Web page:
I love Chicken Fila restaurants.  I believe they are an exemplary example of customer service, however, I recently went through the drive-through and after asking my name, instead of calling me Jamie, they began to refer to me as Miss Jamie.  To say the least I was very disappointed in a company that usually gets these types of things right.

I regularly have to call a company to speak with someone or follow up and I can not tell you the number of times the person on the other end of the line, who is a complete stranger to me and never met or spoken with me before, calls me Miss Jamie.  What?

About now, you are probably thinking, what is the big deal.  Well, let’s look at it like this.

If your name is Jennifer, and you make an appointment at a hair salon for the first time.  When your stylist comes to get you she says, “Jenny, so nice to meet you.  I’m Lauren.”  You might look around behind you to see who she is talking to.  Your name is not Jenny, it is Jennifer.  She simply shortened it because either she was too lazy to say it correctly or wanted to try and make herself sound like an old friend in the hopes of seeming more welcoming.

It was disrespectful to not say your name correctly when addressing you.

Let’s look at another example.

You make an appointment to see a dentist.  When you call and make the appointment or make the appointment online, you will get the confirmation that you have a dentist appointment with Dr. Whatshername.

When you arrive for your appointment, the receptionist takes you back and informs you that Dr. Whatshername will be in momentarily.  

The dentist comes in a few minutes later and says, “Good morning, I’m Dr. Whatshername.  What seems to be the problem?”

You then say to her, “Well Ellen, this tooth right here hurts.”


I am using ridiculous examples to make a point.  Of course you wouldn’t do that.  But I want you to stop and think for a moment why you wouldn’t do that.

Probably because it would be really disrespectful to that person to do so.

So then, why is it disrespectful to your doctor but not disrespectful to ordinary aquanintences?  Doesn’t everyone deserve the same respect or is it just reserved for doctors and dignitaries?

Would you show up for a job interview with a Mr. Williams, a man whom you’ve never met and when you walk in say, “Greg, thanks for this meeting,”? Of course not, at least not if you actually wanted the job.  You would great him as Mr. Williams.  Why, because it is respectful and you would like to get the job.  Being respectful will aid in your goal.

Similarly, would you walk into a job interview with a Ms. Anderson and say, “Miss Becky, nice to meet you,”? Ugh! You already lost the job right there.  You might as well get up and leave.

We all know that getting someone’s name right is of extreme importance when it comes to interacting and doing business with them.  Whole chapters of books on business and success are written about this topic over and over again.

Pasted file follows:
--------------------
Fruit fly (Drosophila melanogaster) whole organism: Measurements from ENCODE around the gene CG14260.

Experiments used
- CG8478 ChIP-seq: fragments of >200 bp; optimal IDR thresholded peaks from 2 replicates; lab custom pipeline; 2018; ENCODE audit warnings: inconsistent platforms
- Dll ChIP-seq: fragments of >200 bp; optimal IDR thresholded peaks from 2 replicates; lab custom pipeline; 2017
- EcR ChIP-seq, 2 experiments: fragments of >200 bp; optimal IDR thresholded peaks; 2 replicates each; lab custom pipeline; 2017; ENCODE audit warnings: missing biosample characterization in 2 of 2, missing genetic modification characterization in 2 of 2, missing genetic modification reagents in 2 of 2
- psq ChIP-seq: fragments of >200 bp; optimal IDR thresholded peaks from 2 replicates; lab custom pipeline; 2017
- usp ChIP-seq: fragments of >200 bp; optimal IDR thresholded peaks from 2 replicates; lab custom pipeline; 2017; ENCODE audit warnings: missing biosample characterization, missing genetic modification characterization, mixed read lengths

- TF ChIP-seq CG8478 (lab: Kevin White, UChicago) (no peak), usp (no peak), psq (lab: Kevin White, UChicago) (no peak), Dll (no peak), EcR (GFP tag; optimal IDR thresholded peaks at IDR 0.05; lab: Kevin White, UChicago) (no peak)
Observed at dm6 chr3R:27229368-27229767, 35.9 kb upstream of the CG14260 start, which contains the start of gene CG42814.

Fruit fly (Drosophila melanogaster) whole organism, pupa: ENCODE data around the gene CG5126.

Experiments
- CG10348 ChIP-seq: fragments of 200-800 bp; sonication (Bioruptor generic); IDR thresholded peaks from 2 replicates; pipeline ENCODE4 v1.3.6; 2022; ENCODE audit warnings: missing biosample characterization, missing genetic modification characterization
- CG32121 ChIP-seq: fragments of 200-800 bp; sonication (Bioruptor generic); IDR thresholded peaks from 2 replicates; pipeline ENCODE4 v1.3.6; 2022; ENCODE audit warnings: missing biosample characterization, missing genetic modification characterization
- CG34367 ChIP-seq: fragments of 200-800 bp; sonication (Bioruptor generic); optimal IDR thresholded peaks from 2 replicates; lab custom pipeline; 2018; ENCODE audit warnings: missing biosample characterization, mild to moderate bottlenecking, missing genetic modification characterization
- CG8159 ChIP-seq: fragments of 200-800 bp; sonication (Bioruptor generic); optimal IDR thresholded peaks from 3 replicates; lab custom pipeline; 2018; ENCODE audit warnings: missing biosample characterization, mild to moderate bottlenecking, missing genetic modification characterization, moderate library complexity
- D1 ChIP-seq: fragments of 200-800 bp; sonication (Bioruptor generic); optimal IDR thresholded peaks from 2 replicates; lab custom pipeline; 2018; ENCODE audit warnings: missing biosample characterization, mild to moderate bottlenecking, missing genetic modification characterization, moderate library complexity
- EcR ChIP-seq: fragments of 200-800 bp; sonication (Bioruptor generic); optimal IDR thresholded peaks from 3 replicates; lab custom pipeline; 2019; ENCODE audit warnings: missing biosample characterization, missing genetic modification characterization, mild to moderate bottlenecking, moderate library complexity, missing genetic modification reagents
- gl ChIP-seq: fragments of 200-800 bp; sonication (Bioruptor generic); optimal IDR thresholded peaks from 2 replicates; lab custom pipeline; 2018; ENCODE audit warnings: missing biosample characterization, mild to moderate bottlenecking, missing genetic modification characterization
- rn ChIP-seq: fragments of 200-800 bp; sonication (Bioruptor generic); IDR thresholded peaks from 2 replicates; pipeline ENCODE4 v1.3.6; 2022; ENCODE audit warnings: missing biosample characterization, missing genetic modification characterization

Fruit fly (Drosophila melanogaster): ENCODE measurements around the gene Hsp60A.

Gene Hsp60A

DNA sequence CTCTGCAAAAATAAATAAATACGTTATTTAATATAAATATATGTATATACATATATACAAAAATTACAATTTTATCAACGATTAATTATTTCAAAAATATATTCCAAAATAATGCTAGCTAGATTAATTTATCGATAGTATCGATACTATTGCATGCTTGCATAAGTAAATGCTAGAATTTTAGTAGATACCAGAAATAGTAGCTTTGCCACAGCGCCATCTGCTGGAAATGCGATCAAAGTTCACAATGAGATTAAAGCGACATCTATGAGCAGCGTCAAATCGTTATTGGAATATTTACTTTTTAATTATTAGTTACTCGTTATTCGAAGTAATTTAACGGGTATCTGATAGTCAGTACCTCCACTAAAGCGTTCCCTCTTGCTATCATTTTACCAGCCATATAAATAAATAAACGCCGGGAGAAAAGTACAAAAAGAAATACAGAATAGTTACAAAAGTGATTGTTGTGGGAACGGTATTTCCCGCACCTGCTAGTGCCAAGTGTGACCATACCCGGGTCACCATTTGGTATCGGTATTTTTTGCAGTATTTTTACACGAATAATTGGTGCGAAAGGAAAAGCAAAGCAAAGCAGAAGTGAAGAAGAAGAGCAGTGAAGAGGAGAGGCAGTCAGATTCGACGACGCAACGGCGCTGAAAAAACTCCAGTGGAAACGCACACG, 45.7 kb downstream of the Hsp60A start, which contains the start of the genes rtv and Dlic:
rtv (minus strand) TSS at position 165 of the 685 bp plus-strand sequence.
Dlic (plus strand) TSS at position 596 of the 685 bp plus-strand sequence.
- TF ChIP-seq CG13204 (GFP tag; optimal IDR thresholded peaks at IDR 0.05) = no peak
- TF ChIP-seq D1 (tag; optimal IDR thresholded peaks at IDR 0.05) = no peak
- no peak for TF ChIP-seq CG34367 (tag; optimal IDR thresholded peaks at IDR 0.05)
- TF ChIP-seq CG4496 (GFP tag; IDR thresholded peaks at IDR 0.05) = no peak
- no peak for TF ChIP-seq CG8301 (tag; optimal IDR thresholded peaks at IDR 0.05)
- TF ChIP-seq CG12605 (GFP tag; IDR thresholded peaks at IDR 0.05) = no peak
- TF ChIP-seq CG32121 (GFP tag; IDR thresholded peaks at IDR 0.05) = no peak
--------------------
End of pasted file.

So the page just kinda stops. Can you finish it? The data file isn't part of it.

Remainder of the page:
And yet, there seems to be a disconnect in judgement with this very thing.

Don’t believe me, try it with someone in authority and see what kind of response you get.

So When IS It Okay

Now, I personally do not like to ever use that form of greeting, even when the individual has asked me to greet them this way.

However, if they do inform you that this is the way they prefer to be addressed (which they shouldn’t, especially if they are an educator) then you may.  But do not introduce them to others in the same fashion.  Always introduce them to someone else in the proper forms of greeting.  

In other worlds, if this individual has asked you to call her Miss Becky, and you are introducing her to your colleague from work, then you should introduce her as Mrs. Franklin, for example.  Let her decide if she wants this new person to call her Miss Becky and inform them herself.  She may not.

I’ll end this with a side note.  I know there are many, especially in the younger generations who believe that etiquette and protocol, specifically of this manner is old fashioned.  I’m here to tell you that if you believe that you have not interacted enough with other cultures and individuals around the world.  

Indeed when you do, you will see that there are many cultures that put a much higher precedence on honorifics and etiquette than we do here in the United States.  And by not knowing and understanding that will do you no favor in future endeavors.

Manners and etiquette are how we show respect to others and showing someone respect is never out of style.

But don’t take my word for it, prove it to yourself.  Do some social experiments and try it both ways. Greet with”Miss” and first name and then greet them the correct way, even if the “correct way” only means their first and surname.  Test it in social and professional situations. I believe you will be pleasantly surprised at the response you get back when it is done correctly.  When you give respect you get respect back.